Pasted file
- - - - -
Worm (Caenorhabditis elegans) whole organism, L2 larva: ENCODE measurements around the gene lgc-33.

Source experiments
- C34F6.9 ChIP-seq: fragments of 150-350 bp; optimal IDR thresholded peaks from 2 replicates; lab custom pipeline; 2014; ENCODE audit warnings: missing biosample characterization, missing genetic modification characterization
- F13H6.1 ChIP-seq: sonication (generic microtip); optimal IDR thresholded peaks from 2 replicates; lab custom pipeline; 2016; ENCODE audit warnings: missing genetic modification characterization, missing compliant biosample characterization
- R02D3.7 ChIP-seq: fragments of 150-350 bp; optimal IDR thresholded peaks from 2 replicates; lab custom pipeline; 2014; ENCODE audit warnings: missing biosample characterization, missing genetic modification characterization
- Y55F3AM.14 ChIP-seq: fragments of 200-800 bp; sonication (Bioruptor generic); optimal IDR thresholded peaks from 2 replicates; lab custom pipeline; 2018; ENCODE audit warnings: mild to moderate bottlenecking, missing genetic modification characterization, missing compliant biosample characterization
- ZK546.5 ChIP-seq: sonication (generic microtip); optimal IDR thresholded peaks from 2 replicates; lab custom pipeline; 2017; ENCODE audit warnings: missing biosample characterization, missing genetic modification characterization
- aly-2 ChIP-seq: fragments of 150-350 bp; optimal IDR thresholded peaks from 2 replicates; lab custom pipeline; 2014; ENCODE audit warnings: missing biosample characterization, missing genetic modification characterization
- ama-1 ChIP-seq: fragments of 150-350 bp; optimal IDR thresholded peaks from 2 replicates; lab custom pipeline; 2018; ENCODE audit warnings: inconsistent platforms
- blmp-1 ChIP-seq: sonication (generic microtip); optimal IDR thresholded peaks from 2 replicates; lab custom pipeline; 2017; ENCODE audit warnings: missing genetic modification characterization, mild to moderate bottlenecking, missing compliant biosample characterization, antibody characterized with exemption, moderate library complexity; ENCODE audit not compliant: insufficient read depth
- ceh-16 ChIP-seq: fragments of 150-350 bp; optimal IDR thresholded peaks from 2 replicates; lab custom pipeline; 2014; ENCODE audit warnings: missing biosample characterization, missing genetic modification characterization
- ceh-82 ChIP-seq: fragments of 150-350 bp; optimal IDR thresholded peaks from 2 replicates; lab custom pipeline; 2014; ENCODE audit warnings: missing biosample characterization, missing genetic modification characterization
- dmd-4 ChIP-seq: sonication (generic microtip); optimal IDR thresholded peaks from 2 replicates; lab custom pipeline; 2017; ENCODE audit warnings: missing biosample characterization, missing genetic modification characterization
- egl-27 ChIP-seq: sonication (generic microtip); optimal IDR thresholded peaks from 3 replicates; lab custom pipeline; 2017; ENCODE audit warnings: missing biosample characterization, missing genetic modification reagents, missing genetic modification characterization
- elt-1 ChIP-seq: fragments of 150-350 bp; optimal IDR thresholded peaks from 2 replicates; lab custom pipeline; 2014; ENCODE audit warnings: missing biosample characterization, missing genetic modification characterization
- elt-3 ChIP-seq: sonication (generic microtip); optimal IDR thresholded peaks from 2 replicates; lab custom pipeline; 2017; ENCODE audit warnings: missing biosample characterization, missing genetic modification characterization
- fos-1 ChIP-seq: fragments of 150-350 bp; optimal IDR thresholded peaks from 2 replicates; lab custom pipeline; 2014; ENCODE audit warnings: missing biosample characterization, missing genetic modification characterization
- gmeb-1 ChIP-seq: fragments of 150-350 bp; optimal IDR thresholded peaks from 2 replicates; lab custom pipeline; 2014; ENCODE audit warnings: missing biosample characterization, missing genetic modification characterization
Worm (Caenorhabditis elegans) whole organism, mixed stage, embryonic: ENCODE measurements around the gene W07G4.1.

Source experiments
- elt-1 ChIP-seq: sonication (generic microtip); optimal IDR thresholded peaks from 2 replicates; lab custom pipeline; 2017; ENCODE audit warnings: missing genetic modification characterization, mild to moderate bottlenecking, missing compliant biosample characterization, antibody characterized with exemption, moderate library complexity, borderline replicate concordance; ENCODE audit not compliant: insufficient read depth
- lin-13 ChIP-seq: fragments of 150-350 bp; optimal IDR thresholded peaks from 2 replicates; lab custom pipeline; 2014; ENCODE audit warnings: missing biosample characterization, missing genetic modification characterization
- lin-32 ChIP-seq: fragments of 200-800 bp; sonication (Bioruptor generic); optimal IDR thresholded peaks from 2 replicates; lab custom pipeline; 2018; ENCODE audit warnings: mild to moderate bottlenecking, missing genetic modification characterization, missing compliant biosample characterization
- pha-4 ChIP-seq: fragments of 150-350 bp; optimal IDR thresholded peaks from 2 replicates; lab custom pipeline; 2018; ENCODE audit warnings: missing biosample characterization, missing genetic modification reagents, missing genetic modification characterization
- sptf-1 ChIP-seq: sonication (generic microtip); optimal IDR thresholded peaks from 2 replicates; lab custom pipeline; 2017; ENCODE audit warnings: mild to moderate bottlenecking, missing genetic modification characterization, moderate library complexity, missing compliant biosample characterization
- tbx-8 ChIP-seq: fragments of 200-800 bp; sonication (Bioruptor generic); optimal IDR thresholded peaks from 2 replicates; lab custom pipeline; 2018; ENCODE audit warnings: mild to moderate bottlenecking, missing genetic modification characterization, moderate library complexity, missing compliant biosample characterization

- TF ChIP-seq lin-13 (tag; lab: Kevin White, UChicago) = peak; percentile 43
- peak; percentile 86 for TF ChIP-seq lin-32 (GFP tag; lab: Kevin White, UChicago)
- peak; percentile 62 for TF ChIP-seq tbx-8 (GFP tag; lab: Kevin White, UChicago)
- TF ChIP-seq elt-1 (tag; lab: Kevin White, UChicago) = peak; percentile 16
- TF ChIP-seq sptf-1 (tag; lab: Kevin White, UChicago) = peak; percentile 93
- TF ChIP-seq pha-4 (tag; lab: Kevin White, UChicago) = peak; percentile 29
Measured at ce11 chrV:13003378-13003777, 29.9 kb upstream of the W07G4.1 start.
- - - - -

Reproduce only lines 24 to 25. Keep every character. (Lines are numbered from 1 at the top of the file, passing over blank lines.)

- pha-4 ChIP-seq: fragments of 150-350 bp; optimal IDR thresholded peaks from 2 replicates; lab custom pipeline; 2018; ENCODE audit warnings: missing biosample characterization, missing genetic modification reagents, missing genetic modification characterization
- sptf-1 ChIP-seq: sonication (generic microtip); optimal IDR thresholded peaks from 2 replicates; lab custom pipeline; 2017; ENCODE audit warnings: mild to moderate bottlenecking, missing genetic modification characterization, moderate library complexity, missing compliant biosample characterization